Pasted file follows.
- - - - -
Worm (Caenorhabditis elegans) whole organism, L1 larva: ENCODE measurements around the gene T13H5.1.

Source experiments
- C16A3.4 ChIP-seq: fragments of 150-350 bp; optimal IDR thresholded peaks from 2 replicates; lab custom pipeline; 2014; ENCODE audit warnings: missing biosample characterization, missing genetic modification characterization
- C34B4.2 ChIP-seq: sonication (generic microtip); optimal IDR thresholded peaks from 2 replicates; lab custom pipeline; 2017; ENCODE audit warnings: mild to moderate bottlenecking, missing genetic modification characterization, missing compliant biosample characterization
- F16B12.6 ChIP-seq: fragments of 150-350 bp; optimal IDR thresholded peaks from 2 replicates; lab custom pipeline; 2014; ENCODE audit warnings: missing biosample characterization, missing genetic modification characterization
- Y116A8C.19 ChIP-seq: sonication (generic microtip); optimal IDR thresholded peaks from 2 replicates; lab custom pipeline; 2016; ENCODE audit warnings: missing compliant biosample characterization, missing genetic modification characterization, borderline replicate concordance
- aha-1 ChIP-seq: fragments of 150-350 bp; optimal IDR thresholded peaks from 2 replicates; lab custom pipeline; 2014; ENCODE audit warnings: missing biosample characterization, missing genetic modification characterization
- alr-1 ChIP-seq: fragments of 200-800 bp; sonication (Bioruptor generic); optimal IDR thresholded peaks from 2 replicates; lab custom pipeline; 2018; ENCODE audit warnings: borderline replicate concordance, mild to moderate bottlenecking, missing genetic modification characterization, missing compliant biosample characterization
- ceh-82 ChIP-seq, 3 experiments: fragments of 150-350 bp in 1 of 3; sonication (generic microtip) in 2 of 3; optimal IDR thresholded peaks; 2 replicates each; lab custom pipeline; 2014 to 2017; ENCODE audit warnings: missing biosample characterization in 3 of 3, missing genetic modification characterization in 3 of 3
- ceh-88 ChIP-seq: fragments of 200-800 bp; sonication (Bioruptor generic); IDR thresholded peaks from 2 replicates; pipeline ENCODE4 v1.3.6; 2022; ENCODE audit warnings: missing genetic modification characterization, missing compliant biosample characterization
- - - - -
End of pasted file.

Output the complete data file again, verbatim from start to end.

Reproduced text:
Worm (Caenorhabditis elegans) whole organism, L1 larva: ENCODE measurements around the gene T13H5.1.

Source experiments
- C16A3.4 ChIP-seq: fragments of 150-350 bp; optimal IDR thresholded peaks from 2 replicates; lab custom pipeline; 2014; ENCODE audit warnings: missing biosample characterization, missing genetic modification characterization
- C34B4.2 ChIP-seq: sonication (generic microtip); optimal IDR thresholded peaks from 2 replicates; lab custom pipeline; 2017; ENCODE audit warnings: mild to moderate bottlenecking, missing genetic modification characterization, missing compliant biosample characterization
- F16B12.6 ChIP-seq: fragments of 150-350 bp; optimal IDR thresholded peaks from 2 replicates; lab custom pipeline; 2014; ENCODE audit warnings: missing biosample characterization, missing genetic modification characterization
- Y116A8C.19 ChIP-seq: sonication (generic microtip); optimal IDR thresholded peaks from 2 replicates; lab custom pipeline; 2016; ENCODE audit warnings: missing compliant biosample characterization, missing genetic modification characterization, borderline replicate concordance
- aha-1 ChIP-seq: fragments of 150-350 bp; optimal IDR thresholded peaks from 2 replicates; lab custom pipeline; 2014; ENCODE audit warnings: missing biosample characterization, missing genetic modification characterization
- alr-1 ChIP-seq: fragments of 200-800 bp; sonication (Bioruptor generic); optimal IDR thresholded peaks from 2 replicates; lab custom pipeline; 2018; ENCODE audit warnings: borderline replicate concordance, mild to moderate bottlenecking, missing genetic modification characterization, missing compliant biosample characterization
- ceh-82 ChIP-seq, 3 experiments: fragments of 150-350 bp in 1 of 3; sonication (generic microtip) in 2 of 3; optimal IDR thresholded peaks; 2 replicates each; lab custom pipeline; 2014 to 2017; ENCODE audit warnings: missing biosample characterization in 3 of 3, missing genetic modification characterization in 3 of 3
- ceh-88 ChIP-seq: fragments of 200-800 bp; sonication (Bioruptor generic); IDR thresholded peaks from 2 replicates; pipeline ENCODE4 v1.3.6; 2022; ENCODE audit warnings: missing genetic modification characterization, missing compliant biosample characterization